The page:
A Beautiful Mind Summary
A person born in Bluefield, in West Virginia state, John Nash showed himself to be introverted and quiet as a child. He preferred reading and carrying out his own experiments rather than playing with other children. He was fascinated by codes and intricate patterns. He was also fond of pranks. He intended to follow in his father’s footsteps and become and engineer. He received a scholarship to study at Carnegie Institute of Technology where he abandoned engineering after one year in order to study mathematics.
Not popular with his fellow students, he distinguished himself as being rather arrogant and odd. Even after he went on to study at Princeton he remained unpopular with his fellows. In spite of this, his teachers and tutors recognized his potential. Though he often was seen wandering around lost in thought, he was also seen as an eccentric scholar.
At Princeton Nash began conducting research in game theory. This led to his own emerging thought which emerged as “Nash’s Theorem.” This early work was seen as important, but it would not be for several years that his work was truly recognized, and he would receive the Nobel Prize.
Nash eventually took a position as a lecturer at MIT while also working as a consultant at the RAND Corporation. It was around this time that Nash experienced the first of several sexual relationships with men. He kept this a close secret, but this was also the first time he felt a connection with another person. This helped him to move out of his isolation. Not long after this, Nash began and intimate relationship with a nurse named Eleanor.
They conceived a child together, but Nash shocked Eleanor when a refused to support the child, suggesting that she put the child up for adoption. This is also the time that Nash embarked on a relationship with a mathematics student who was two years younger than he. This too was not a happy relationship, but it was another step in him coming out of his own isolation.
Eventually Nash was arrested for indecent exposure which led to his dismissal from the RAND Corporation. Rattled and set back by this experience, Nash nevertheless begins another relationship with an ex-student named Alicia. Alicia is smitten by Nash and pursues him enthusiastically. Nash continues to see both Eleanor and Alicia for some time, but he eventually marries Alicia.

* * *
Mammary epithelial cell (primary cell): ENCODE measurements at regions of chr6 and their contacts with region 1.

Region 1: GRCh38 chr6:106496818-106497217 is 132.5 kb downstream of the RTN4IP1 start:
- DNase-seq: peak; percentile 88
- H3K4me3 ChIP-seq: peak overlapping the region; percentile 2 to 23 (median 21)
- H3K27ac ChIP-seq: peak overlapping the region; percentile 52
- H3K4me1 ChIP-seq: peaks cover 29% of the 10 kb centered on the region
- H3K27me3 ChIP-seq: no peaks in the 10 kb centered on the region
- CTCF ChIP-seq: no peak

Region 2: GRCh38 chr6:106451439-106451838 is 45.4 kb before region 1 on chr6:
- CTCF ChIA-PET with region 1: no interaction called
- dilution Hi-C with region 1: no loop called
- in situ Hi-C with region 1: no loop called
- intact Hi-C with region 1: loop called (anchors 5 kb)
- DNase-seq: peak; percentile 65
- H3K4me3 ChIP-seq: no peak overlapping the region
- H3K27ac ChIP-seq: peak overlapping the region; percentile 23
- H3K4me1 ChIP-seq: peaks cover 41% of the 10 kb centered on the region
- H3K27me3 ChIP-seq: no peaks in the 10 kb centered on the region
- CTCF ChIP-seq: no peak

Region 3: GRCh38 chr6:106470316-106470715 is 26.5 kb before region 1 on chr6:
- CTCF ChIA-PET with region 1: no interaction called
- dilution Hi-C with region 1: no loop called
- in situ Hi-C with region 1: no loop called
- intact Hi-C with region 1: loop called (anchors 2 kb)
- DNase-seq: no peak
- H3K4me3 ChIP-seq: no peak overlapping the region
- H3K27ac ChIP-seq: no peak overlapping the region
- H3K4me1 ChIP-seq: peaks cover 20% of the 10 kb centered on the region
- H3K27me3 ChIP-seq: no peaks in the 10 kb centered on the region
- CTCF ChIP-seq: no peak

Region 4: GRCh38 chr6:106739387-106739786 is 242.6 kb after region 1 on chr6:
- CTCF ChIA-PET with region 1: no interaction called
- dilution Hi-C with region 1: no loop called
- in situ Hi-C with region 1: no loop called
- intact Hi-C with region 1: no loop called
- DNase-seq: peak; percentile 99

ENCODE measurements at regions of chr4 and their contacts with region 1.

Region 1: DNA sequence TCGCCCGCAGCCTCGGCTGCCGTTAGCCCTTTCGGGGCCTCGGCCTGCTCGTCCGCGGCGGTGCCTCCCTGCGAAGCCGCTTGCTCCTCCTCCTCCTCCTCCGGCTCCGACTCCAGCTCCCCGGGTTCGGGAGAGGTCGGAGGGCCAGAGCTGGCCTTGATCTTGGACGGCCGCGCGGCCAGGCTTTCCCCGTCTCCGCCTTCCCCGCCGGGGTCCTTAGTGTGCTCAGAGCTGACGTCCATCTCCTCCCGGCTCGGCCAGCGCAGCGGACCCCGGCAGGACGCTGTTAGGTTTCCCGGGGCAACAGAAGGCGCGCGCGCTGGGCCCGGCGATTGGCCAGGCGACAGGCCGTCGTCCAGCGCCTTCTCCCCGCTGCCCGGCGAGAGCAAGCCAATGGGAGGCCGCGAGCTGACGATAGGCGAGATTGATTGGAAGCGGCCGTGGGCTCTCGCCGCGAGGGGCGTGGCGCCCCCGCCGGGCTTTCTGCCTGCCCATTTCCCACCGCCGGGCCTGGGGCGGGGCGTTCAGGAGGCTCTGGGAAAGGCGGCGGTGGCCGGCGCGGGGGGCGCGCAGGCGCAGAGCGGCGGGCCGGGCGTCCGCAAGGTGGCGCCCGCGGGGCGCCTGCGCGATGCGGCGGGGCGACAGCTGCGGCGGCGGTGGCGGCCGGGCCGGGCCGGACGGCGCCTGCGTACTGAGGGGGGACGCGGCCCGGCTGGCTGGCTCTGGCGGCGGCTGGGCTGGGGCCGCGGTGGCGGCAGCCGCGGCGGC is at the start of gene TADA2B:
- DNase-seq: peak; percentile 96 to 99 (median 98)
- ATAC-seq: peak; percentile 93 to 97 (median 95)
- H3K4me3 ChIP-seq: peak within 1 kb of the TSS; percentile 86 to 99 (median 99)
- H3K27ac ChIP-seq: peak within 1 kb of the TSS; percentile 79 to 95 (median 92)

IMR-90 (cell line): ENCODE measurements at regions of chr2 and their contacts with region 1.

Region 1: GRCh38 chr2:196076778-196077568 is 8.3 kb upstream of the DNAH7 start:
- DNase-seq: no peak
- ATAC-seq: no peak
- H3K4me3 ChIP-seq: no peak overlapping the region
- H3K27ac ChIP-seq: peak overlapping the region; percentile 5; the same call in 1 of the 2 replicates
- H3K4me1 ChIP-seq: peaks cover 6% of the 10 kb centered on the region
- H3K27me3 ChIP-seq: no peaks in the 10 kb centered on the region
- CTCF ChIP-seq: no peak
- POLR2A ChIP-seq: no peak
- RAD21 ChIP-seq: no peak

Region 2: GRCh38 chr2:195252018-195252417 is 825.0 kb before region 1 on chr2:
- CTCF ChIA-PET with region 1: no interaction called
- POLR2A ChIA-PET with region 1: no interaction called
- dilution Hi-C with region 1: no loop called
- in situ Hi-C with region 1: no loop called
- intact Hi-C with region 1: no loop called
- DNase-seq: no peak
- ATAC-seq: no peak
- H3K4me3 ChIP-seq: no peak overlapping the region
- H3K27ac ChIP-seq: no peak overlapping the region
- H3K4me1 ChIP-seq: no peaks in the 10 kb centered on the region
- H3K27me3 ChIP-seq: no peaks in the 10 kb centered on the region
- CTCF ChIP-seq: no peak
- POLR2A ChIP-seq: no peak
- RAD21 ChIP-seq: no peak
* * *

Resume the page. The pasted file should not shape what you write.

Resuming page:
They are happy for a while, but Nash’s mental state begins to seriously decline. He develops delusions, seeing patterns in things which really have no pattern. He becomes convinced he is receiving messages from aliens and foreign governments. He begins to write nonsensical letters to world leaders in which he warns them of coming catastrophes and threats to world peace.
Eventually, Nash is committed to a mental hospital where he is diagnosed as having paranoid schizophrenia. For the next several years he would be in and out of various clinics as he recovered, relapsed, and was taken back into mental hospitals. During this tumultuous time, he traveled to Europe and attempted to renounce his U.S. citizenship and declare himself a citizen of the world.
After years of this struggle, Alicia finally left him, overwhelmed with the struggle. With this Nash collapsed, delusional, and became wandering around Princeton scrawling incomprehensible messages on blackboards. The new students at Princeton refer to him as “the phantom” because of his disheveled and lost appearance.
By the 1990s Nash began to recover. Although he remained eccentric and odd, he returned some degree of health. He eventually moved back in with Alicia but they insist he is only a “boarder.” Nash develops a bond with Alicia’s son who is also beginning to show signs of schizophrenia. During this time of obscurity, his work began to be recognized by an emerging generation of economists. He eventually won the Nobel Prize for his research.
Nash’s mental health continued to improve, and he became more socially engaged. He began to forge relationships with people again. Soon after this, Nash and Alicia get married and he begins to develop strong ties to family and friends. He returns to his research with his mental health steadily improving. His isolation and alienation began to move toward a feature of his past.